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This July, Beth’s mother and father were able to visit her at her home site. In this picture, her mother (center right) poses with Beth (far right) and her host parents (left).

Back in Portland, Maine, I served for many years on the Board of the Portland Public Library. It’s fair to say I love a good library, so naturally I found my way to the one here in my community. I go there regularly to catalog their English books, which were arranged somewhat haphazardly. I’ve made my way through the adult books and have now started on the children’s books. I’d like to expand my English class to the library as well and am working on bridging a connection for virtual learning exchanges between this library and Portland.

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Beth and her host mom taste a batch of ajvar, a condiment made from the ajvar pepper common in North Macedonia that the family bottles and sells abroad.

For the last eight years or so, Peace Corps has sponsored a national spelling bee here in North Macedonia. I’ve gotten to be part of the committee that organizes the event, which involves nearly 4,000 students and teachers across the country in local, regional and national bees. The words these kids spell are crazy-hard; it’s phenomenal! There’s so much work that our committee puts in, and because I organize the meetings, I’ve affectionately (and humorously) been dubbed “Queen Bee.”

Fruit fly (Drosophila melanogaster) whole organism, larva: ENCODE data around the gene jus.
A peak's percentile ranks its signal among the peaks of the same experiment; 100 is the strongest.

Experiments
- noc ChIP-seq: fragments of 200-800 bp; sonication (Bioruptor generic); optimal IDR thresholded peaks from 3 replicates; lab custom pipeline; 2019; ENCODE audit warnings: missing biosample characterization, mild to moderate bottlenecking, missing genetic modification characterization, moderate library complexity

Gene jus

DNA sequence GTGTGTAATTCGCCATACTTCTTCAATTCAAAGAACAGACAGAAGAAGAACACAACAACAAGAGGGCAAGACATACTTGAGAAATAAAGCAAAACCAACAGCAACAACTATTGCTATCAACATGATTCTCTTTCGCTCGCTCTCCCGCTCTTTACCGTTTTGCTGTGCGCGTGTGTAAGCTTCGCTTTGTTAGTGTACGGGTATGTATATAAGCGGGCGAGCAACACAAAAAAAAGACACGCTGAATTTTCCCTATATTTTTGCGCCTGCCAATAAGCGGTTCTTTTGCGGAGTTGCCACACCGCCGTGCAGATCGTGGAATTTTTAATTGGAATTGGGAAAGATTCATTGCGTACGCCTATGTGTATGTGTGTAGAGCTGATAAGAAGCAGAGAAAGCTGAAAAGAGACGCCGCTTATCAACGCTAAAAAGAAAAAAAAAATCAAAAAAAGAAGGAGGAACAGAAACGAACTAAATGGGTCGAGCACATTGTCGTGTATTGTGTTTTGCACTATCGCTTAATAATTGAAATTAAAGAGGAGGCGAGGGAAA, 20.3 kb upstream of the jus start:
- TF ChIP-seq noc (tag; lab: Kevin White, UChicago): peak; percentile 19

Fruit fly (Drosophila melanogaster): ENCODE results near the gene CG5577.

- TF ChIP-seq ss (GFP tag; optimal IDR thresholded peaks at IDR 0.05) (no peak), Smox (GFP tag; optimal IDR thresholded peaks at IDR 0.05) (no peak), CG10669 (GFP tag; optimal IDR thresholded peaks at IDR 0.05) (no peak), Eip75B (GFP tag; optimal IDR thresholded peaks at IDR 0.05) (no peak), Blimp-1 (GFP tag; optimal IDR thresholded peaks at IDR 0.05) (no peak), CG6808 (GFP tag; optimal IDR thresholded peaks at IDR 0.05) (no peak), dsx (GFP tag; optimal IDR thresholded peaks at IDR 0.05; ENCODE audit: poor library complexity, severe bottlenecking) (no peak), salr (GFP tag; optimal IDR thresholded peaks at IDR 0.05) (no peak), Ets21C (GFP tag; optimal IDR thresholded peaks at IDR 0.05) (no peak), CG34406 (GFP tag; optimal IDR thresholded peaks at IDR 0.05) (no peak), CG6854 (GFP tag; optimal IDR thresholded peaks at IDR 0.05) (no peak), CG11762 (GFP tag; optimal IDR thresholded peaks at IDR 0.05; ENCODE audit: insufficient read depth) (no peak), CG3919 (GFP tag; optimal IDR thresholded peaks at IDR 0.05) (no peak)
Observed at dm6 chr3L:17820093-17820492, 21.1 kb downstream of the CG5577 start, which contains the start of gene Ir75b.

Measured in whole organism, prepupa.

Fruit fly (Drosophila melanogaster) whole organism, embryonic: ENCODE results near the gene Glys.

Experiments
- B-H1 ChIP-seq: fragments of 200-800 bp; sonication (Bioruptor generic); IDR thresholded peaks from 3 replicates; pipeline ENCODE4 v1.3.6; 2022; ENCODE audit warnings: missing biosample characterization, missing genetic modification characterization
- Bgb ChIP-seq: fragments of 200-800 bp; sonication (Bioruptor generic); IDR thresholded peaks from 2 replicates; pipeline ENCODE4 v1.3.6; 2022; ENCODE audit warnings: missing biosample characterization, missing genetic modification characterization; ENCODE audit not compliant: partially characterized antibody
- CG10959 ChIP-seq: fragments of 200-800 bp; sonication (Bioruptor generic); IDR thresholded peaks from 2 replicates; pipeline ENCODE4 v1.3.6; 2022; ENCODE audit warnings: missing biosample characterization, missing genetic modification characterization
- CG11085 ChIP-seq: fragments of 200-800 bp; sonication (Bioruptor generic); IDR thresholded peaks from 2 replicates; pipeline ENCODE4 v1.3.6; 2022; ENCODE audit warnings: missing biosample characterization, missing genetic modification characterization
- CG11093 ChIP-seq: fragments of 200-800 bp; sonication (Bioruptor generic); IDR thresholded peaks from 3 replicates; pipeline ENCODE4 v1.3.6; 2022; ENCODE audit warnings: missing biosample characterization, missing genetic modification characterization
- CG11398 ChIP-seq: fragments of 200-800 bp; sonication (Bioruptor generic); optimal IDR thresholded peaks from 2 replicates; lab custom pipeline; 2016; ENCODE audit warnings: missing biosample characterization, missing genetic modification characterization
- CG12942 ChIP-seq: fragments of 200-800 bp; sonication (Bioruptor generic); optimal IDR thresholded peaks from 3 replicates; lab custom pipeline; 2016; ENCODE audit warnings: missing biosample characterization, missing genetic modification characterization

We also have a Volunteer Advisory Committee that represents our interests to Peace Corps management. I was elected by my fellow Volunteers to serve as the committee’s vice chair, and this allows me to deepen my relationship with them, as well as Peace Corps leadership in the country.

At this point, I have just over a year left of my service. So what comes next? I’m keeping my options open and concentrating on the now. I love being in North Macedonia. The people are among the friendliest and kindest that you’d ever run into. It’s gratifying knowing that my life experience adds to community initiatives that aid students in finding employment and enhancing their education. The work of my past and present is helping build a future for others, and that’s how I know I’m exactly where I should be.